Kick-off from Kerala: Maya message to Front
BSP will try to form next Govt on its own, says chief as she launches campaign in Left’s backyard. Nagendar Sharma reports.india Updated: Mar 22, 2009 03:04 IST
A day after Left Front leaders showered praises on BSP chief Mayawati, she surprised them by launching her party’s campaign for the Lok Sabha elections from Left stronghold Kerala.
“Mayawati is a prominent candidate for the post of prime minister…she will never join hands with the BJP again,” CPI general secretary A.B. Bardhan had said on Friday.
The comments were intended to keep the Uttar Pradesh chief minister in good humour, since she is being seen as the Third Front’s best bet for the top post.
The Left tried hard to forge a pre-poll alliance with the BSP, but Mayawati was not agreeable to it. The next attempt was to stay away from each other’s strongholds, but the BSP supremo’s decision to begin the campaign with a rally in Thiruvananthapuram on Saturday dashed all hopes of the Left.
The BSP has decided to go it alone in the elections and has put up candidates on all 20 seats in Kerala and all 42 in West Bengal.
At the rally in Thiruvananthapuram, Mayawati did not mention her ties with the Third Front even once.
“Our party will try to form the next government at the Centre on its own. We want to reverse the anti-people policies being pursued by successive governments since 61 years,” she told the gathering.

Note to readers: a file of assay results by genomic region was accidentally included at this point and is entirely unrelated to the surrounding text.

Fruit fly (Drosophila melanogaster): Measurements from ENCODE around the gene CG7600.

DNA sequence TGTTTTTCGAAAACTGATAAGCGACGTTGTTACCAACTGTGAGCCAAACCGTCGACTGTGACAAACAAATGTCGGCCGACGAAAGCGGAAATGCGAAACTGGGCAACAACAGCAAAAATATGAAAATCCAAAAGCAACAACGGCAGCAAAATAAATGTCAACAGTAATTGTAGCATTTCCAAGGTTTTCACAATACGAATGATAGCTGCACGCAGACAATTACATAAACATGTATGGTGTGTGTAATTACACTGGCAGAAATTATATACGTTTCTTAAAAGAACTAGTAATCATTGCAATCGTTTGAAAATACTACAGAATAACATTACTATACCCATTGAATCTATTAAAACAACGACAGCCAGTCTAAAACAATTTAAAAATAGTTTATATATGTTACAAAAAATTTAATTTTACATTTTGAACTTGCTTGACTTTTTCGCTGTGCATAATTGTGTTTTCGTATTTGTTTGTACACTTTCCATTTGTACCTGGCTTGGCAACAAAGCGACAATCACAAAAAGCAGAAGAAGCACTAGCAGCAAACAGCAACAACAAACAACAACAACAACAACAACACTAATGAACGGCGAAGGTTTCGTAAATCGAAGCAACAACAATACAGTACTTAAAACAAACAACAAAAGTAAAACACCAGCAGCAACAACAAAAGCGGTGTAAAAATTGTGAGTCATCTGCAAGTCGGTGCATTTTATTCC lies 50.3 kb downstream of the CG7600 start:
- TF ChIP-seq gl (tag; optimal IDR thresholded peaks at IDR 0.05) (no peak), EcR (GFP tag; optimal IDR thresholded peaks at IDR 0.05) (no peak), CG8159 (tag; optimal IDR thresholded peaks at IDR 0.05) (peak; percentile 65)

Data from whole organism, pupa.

Slamming the Congress and the BJP, she told her supporters: “Ours is the only party that is opposed to the rich and the landlords, and we don’t take funds from them like the big parties.”
Mayawati projected the Uttar Pradesh government as the BSP model of governance. “You give us a chance and we will implement the welfare policies at the national level as is being done in UP.”
The BSP has never won either an assembly or a Lok Sabha seat from Kerala, but the party has been concentrating on the southern state recently. Mayawati has been consistently touring the state.
BSP leaders say the party has been able to consolidate the Dalits and Muslims in Kerala. The launching of the campaign from the southern state was an attempt to project the presence of the party across many parts of the country, they said.
“I decided to begin the election campaign from Kerala,” was Mayawati’s brief response to reporters without explaining the reason.
She has already made it clear to the leaders of the Third Front that the number of seats would decide the composition of the next government, and she would take a call on any understanding after the results are announced on May 16.